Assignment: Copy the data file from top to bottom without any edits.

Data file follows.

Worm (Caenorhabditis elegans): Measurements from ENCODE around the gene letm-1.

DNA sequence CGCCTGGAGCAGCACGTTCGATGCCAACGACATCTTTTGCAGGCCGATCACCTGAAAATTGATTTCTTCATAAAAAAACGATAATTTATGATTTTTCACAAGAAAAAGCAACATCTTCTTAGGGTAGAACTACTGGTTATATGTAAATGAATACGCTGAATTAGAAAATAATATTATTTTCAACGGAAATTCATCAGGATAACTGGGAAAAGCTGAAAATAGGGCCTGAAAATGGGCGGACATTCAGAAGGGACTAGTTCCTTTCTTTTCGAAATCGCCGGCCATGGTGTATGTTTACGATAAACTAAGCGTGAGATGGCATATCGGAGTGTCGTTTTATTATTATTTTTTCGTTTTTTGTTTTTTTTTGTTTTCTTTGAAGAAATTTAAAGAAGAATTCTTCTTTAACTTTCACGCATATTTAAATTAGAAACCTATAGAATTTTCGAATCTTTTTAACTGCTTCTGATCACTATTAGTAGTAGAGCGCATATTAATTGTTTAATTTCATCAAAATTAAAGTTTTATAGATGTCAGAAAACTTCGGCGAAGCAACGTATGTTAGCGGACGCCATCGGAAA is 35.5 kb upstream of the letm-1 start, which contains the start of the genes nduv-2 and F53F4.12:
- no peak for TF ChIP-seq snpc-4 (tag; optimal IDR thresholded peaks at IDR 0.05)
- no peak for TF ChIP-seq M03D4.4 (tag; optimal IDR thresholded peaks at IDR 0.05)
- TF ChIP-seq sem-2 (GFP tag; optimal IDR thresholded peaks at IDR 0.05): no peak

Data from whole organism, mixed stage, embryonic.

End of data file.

Worm (Caenorhabditis elegans): Measurements from ENCODE around the gene letm-1.

DNA sequence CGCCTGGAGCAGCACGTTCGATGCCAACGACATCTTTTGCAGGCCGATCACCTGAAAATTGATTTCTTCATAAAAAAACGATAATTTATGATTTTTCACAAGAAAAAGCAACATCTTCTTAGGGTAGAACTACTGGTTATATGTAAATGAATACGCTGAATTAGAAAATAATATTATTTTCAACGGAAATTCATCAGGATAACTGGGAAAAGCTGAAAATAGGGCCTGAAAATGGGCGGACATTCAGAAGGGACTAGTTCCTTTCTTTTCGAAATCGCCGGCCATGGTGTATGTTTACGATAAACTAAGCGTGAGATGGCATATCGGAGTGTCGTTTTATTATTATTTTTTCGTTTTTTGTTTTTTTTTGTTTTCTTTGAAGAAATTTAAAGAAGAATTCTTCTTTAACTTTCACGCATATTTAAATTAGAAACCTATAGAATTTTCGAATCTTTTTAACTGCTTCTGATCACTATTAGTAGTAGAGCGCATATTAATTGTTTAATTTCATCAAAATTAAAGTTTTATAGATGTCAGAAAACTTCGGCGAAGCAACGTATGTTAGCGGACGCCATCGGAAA is 35.5 kb upstream of the letm-1 start, which contains the start of the genes nduv-2 and F53F4.12:
- no peak for TF ChIP-seq snpc-4 (tag; optimal IDR thresholded peaks at IDR 0.05)
- no peak for TF ChIP-seq M03D4.4 (tag; optimal IDR thresholded peaks at IDR 0.05)
- TF ChIP-seq sem-2 (GFP tag; optimal IDR thresholded peaks at IDR 0.05): no peak

Data from whole organism, mixed stage, embryonic.